I left, half expecting her to be beside me, but she wasn’t and I found myself alone on a darkened path going toward the harbor. I listened to the sound of my shoes on the cement, sharp and clear and then gone.
There was always death, an expiring, a no longer. The world as only I know it – my memories – all of that done. Then nothing, a stone, dead and gone. Whatever I did, good or bad, it was just some story.
I’ve seen death hanging about lately, mostly in odd faces and dreams. Not Death death. More like vice principal death, the sort that stands there, arms crossed, desperate for attention and has a bad temper.
Anyway, amidst my physical therapy appointments and travel plans, death cropped up in my messages. It wasn’t a surprise, given the many mortality-based messages I’ve opened as of late.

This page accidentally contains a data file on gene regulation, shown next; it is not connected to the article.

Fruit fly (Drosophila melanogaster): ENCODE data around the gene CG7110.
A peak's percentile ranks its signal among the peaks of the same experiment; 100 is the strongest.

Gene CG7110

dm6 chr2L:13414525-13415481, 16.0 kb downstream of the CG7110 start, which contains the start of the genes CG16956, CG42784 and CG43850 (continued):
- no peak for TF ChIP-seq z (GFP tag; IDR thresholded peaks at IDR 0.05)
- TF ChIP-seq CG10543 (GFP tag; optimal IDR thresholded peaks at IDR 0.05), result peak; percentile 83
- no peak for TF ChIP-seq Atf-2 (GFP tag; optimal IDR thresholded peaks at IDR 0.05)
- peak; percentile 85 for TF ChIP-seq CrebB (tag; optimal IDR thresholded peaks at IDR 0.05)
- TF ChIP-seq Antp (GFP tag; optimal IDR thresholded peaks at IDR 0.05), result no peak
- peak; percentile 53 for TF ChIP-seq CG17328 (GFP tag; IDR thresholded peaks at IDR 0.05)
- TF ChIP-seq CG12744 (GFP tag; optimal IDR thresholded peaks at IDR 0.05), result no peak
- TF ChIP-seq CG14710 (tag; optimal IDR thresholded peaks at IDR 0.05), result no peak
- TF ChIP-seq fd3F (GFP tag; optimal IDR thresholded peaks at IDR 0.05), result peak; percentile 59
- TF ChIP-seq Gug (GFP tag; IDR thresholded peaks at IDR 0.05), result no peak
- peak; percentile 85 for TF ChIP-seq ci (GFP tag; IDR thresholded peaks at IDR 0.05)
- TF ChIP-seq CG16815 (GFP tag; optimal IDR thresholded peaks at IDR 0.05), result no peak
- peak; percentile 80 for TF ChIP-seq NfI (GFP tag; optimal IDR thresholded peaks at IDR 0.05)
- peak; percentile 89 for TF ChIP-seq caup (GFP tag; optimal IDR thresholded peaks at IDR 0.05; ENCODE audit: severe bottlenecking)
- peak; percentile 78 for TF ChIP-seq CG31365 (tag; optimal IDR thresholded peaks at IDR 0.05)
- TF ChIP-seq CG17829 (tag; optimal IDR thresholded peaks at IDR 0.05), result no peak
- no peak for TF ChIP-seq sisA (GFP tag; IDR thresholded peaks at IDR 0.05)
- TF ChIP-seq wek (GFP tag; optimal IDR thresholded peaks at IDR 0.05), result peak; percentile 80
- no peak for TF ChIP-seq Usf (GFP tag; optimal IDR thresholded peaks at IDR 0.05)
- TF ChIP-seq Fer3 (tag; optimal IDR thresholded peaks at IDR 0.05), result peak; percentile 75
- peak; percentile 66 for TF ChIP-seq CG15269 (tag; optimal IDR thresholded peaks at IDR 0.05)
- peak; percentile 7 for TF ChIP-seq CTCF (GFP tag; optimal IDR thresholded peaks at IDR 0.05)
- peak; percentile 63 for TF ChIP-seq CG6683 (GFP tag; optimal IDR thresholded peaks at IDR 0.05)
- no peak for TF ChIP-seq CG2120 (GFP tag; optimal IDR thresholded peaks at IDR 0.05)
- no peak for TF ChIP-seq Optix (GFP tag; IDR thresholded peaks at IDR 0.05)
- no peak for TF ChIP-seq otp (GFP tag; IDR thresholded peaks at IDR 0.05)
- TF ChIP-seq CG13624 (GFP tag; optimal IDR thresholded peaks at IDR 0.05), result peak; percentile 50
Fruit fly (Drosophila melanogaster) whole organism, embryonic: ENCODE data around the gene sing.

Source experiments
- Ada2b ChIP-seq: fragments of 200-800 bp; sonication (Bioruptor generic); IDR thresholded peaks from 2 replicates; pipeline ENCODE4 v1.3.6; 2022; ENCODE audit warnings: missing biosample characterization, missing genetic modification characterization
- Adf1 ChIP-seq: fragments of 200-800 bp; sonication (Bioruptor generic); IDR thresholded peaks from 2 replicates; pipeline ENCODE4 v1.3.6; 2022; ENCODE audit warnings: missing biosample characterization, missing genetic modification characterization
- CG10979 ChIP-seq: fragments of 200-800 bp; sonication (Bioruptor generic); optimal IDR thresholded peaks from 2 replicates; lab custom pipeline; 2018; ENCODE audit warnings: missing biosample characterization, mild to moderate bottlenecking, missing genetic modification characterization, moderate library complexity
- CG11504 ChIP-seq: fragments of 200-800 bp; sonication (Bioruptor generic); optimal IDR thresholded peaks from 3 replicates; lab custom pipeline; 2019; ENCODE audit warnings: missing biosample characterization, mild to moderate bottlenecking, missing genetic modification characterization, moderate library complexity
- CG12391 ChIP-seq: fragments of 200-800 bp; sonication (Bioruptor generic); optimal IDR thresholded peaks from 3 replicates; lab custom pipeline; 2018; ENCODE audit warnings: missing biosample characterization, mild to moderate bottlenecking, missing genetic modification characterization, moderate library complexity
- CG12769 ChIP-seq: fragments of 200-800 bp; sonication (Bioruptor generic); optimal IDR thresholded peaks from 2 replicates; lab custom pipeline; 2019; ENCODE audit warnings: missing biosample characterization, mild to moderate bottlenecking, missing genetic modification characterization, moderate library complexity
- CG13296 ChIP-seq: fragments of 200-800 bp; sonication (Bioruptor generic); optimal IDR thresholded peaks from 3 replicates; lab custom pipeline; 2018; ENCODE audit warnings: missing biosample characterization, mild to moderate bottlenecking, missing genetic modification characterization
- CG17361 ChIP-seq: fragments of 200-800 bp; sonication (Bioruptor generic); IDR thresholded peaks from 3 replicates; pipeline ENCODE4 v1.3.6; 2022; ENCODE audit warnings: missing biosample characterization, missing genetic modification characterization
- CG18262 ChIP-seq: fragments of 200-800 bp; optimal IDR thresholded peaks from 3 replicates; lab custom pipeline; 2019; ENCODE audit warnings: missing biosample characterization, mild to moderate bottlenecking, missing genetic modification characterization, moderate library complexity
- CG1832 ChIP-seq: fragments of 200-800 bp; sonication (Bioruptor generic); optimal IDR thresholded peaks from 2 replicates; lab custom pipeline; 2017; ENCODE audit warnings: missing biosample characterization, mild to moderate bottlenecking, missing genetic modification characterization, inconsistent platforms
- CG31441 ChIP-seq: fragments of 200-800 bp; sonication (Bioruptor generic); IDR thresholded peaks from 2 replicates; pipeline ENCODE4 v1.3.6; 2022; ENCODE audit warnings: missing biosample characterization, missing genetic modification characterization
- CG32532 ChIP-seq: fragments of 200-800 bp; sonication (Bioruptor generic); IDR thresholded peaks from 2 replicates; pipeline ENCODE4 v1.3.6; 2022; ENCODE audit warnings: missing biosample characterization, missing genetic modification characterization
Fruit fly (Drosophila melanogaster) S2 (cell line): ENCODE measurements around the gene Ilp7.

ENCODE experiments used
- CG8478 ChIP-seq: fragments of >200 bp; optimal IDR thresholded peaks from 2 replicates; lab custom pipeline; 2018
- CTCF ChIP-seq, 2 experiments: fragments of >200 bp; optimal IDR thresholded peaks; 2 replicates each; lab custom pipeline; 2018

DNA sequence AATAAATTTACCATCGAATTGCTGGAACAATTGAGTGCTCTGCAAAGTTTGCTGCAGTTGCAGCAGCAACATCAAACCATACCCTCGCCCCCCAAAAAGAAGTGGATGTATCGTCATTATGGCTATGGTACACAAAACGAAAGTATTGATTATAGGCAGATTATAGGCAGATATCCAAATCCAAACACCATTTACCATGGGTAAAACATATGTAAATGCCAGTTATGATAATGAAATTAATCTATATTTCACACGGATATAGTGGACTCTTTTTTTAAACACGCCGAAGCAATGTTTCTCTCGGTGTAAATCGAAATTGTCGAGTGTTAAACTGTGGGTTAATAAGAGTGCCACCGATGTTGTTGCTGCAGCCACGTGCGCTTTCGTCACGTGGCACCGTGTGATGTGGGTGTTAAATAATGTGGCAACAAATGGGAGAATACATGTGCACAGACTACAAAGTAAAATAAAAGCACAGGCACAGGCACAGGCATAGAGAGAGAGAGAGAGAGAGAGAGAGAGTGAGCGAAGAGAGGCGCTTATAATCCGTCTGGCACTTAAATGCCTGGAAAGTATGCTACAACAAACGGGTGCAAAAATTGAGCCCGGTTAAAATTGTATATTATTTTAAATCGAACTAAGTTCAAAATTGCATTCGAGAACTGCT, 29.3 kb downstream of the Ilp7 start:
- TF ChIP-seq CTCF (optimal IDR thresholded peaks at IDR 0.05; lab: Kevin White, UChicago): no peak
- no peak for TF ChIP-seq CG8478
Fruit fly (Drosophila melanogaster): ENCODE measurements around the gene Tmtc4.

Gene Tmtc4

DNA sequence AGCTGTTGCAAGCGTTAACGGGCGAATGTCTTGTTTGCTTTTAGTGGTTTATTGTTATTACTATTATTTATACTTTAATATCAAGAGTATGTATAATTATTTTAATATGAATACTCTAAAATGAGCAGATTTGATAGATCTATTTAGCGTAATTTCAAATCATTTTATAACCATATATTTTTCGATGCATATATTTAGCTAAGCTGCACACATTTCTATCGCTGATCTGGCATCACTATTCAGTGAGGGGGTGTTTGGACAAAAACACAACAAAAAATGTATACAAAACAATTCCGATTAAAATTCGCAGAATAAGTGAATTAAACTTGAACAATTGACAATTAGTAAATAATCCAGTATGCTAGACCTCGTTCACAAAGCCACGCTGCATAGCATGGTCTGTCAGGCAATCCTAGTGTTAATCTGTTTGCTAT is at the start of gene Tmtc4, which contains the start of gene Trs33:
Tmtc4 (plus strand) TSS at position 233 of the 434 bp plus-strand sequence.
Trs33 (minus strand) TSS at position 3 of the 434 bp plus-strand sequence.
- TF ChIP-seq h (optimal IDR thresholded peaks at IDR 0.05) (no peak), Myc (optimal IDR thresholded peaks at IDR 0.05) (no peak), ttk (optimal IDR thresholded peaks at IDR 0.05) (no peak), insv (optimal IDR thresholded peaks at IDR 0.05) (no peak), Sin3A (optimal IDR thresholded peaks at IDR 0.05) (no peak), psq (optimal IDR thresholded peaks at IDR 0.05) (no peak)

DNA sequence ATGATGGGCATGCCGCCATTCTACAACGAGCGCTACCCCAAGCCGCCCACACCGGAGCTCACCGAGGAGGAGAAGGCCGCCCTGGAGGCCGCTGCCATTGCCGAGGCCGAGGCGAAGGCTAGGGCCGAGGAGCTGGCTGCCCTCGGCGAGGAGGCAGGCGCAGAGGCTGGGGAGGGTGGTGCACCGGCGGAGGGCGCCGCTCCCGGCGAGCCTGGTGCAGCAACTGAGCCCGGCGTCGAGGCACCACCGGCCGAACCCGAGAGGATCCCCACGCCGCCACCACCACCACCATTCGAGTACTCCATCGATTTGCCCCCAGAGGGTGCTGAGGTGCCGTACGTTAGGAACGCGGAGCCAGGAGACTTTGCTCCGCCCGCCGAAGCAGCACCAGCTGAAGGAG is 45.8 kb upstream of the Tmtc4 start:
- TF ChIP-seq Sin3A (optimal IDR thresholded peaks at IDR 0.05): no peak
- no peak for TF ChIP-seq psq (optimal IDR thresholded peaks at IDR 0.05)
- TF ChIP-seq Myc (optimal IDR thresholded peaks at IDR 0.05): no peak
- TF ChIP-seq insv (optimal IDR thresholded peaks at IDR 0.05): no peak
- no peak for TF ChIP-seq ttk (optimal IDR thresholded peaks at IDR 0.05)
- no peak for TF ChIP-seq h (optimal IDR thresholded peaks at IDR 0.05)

The message from death was better news that I had expected. A room had opened up with a view of the desert. And so I booked that.
A letter from death in Jose Saramago’s 2008 novel Death with Interruptions:
One day you will find out about Death with a capital D, and at that moment, in the unlikely event that she gives you the time of day, you will understand the real difference between the relative and the absolute, between full and empty, between still alive and no longer alive. And when I say real difference, I am referring to something that mere words will never be able to to express, relative, absolute, full, empty, still alive and no longer alive, because, sir, in case you don’t know it, words move, they change from one day to the next, they are unstable as shadows, are themselves shadows.